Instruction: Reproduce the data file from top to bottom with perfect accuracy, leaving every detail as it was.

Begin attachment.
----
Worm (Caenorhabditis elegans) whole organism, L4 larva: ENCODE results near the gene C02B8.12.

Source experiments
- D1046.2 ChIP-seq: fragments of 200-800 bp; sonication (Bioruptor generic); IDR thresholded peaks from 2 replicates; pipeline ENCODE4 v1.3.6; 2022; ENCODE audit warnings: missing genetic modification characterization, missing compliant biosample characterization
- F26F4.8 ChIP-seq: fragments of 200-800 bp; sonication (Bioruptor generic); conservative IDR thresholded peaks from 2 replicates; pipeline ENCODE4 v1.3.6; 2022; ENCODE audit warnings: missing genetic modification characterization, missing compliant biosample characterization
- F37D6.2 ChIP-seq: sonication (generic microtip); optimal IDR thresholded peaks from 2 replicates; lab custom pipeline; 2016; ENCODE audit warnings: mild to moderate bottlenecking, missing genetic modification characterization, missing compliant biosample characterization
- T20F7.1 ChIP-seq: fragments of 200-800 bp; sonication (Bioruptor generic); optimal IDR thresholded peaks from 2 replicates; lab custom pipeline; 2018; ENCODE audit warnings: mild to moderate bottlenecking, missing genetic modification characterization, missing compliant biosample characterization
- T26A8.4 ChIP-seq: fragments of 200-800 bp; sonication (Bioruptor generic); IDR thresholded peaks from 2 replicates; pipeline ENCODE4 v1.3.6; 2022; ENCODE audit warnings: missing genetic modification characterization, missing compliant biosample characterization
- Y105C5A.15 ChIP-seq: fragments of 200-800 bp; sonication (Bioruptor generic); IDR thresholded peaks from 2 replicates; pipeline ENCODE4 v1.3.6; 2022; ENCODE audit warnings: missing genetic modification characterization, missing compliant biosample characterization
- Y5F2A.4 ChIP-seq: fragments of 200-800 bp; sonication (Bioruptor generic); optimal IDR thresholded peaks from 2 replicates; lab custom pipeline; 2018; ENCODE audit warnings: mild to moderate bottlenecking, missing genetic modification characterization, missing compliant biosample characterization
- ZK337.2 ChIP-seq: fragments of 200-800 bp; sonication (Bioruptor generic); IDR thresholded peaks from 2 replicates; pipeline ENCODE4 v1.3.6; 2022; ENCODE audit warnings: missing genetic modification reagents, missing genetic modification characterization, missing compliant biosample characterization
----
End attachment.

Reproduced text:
Worm (Caenorhabditis elegans) whole organism, L4 larva: ENCODE results near the gene C02B8.12.

Source experiments
- D1046.2 ChIP-seq: fragments of 200-800 bp; sonication (Bioruptor generic); IDR thresholded peaks from 2 replicates; pipeline ENCODE4 v1.3.6; 2022; ENCODE audit warnings: missing genetic modification characterization, missing compliant biosample characterization
- F26F4.8 ChIP-seq: fragments of 200-800 bp; sonication (Bioruptor generic); conservative IDR thresholded peaks from 2 replicates; pipeline ENCODE4 v1.3.6; 2022; ENCODE audit warnings: missing genetic modification characterization, missing compliant biosample characterization
- F37D6.2 ChIP-seq: sonication (generic microtip); optimal IDR thresholded peaks from 2 replicates; lab custom pipeline; 2016; ENCODE audit warnings: mild to moderate bottlenecking, missing genetic modification characterization, missing compliant biosample characterization
- T20F7.1 ChIP-seq: fragments of 200-800 bp; sonication (Bioruptor generic); optimal IDR thresholded peaks from 2 replicates; lab custom pipeline; 2018; ENCODE audit warnings: mild to moderate bottlenecking, missing genetic modification characterization, missing compliant biosample characterization
- T26A8.4 ChIP-seq: fragments of 200-800 bp; sonication (Bioruptor generic); IDR thresholded peaks from 2 replicates; pipeline ENCODE4 v1.3.6; 2022; ENCODE audit warnings: missing genetic modification characterization, missing compliant biosample characterization
- Y105C5A.15 ChIP-seq: fragments of 200-800 bp; sonication (Bioruptor generic); IDR thresholded peaks from 2 replicates; pipeline ENCODE4 v1.3.6; 2022; ENCODE audit warnings: missing genetic modification characterization, missing compliant biosample characterization
- Y5F2A.4 ChIP-seq: fragments of 200-800 bp; sonication (Bioruptor generic); optimal IDR thresholded peaks from 2 replicates; lab custom pipeline; 2018; ENCODE audit warnings: mild to moderate bottlenecking, missing genetic modification characterization, missing compliant biosample characterization
- ZK337.2 ChIP-seq: fragments of 200-800 bp; sonication (Bioruptor generic); IDR thresholded peaks from 2 replicates; pipeline ENCODE4 v1.3.6; 2022; ENCODE audit warnings: missing genetic modification reagents, missing genetic modification characterization, missing compliant biosample characterization